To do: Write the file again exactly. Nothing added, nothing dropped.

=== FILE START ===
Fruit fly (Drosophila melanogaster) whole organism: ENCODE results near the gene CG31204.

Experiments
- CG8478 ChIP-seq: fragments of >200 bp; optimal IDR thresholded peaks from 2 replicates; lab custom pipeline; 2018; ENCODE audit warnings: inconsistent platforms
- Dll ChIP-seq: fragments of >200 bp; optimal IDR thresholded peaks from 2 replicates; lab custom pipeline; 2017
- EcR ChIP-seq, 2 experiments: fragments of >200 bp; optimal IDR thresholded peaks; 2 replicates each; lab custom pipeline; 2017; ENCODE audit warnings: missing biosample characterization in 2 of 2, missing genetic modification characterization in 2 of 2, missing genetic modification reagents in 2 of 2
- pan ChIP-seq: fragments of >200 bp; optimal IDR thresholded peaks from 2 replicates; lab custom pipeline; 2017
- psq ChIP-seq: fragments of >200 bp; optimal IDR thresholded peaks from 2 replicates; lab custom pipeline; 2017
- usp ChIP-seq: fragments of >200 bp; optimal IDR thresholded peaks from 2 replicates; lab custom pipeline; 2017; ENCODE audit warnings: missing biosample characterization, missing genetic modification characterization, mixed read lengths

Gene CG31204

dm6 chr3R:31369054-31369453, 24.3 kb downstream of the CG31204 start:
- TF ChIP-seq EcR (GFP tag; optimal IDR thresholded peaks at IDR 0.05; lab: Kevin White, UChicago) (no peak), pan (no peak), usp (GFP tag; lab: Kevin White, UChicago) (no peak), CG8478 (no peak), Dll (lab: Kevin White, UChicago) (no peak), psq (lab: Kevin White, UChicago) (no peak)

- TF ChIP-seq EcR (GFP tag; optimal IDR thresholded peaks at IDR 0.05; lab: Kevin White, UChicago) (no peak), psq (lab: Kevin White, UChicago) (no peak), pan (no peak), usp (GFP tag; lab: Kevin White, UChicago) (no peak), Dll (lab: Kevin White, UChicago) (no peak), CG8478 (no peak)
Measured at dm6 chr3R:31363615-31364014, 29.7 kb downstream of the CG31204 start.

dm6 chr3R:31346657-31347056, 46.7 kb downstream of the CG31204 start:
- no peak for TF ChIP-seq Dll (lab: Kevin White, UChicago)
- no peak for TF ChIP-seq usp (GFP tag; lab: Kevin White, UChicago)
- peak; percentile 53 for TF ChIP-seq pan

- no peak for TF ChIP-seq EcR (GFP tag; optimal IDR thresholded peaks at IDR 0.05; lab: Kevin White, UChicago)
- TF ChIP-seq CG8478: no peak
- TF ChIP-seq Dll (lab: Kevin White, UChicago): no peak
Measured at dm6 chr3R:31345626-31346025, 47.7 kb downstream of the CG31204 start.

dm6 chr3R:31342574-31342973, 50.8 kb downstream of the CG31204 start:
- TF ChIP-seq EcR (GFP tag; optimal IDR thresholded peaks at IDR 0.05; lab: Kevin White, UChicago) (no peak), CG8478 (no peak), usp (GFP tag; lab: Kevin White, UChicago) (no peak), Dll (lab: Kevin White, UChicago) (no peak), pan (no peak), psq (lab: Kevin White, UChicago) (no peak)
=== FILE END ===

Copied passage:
Fruit fly (Drosophila melanogaster) whole organism: ENCODE results near the gene CG31204.

Experiments
- CG8478 ChIP-seq: fragments of >200 bp; optimal IDR thresholded peaks from 2 replicates; lab custom pipeline; 2018; ENCODE audit warnings: inconsistent platforms
- Dll ChIP-seq: fragments of >200 bp; optimal IDR thresholded peaks from 2 replicates; lab custom pipeline; 2017
- EcR ChIP-seq, 2 experiments: fragments of >200 bp; optimal IDR thresholded peaks; 2 replicates each; lab custom pipeline; 2017; ENCODE audit warnings: missing biosample characterization in 2 of 2, missing genetic modification characterization in 2 of 2, missing genetic modification reagents in 2 of 2
- pan ChIP-seq: fragments of >200 bp; optimal IDR thresholded peaks from 2 replicates; lab custom pipeline; 2017
- psq ChIP-seq: fragments of >200 bp; optimal IDR thresholded peaks from 2 replicates; lab custom pipeline; 2017
- usp ChIP-seq: fragments of >200 bp; optimal IDR thresholded peaks from 2 replicates; lab custom pipeline; 2017; ENCODE audit warnings: missing biosample characterization, missing genetic modification characterization, mixed read lengths

Gene CG31204

dm6 chr3R:31369054-31369453, 24.3 kb downstream of the CG31204 start:
- TF ChIP-seq EcR (GFP tag; optimal IDR thresholded peaks at IDR 0.05; lab: Kevin White, UChicago) (no peak), pan (no peak), usp (GFP tag; lab: Kevin White, UChicago) (no peak), CG8478 (no peak), Dll (lab: Kevin White, UChicago) (no peak), psq (lab: Kevin White, UChicago) (no peak)

- TF ChIP-seq EcR (GFP tag; optimal IDR thresholded peaks at IDR 0.05; lab: Kevin White, UChicago) (no peak), psq (lab: Kevin White, UChicago) (no peak), pan (no peak), usp (GFP tag; lab: Kevin White, UChicago) (no peak), Dll (lab: Kevin White, UChicago) (no peak), CG8478 (no peak)
Measured at dm6 chr3R:31363615-31364014, 29.7 kb downstream of the CG31204 start.

dm6 chr3R:31346657-31347056, 46.7 kb downstream of the CG31204 start:
- no peak for TF ChIP-seq Dll (lab: Kevin White, UChicago)
- no peak for TF ChIP-seq usp (GFP tag; lab: Kevin White, UChicago)
- peak; percentile 53 for TF ChIP-seq pan

- no peak for TF ChIP-seq EcR (GFP tag; optimal IDR thresholded peaks at IDR 0.05; lab: Kevin White, UChicago)
- TF ChIP-seq CG8478: no peak
- TF ChIP-seq Dll (lab: Kevin White, UChicago): no peak
Measured at dm6 chr3R:31345626-31346025, 47.7 kb downstream of the CG31204 start.

dm6 chr3R:31342574-31342973, 50.8 kb downstream of the CG31204 start:
- TF ChIP-seq EcR (GFP tag; optimal IDR thresholded peaks at IDR 0.05; lab: Kevin White, UChicago) (no peak), CG8478 (no peak), usp (GFP tag; lab: Kevin White, UChicago) (no peak), Dll (lab: Kevin White, UChicago) (no peak), pan (no peak), psq (lab: Kevin White, UChicago) (no peak)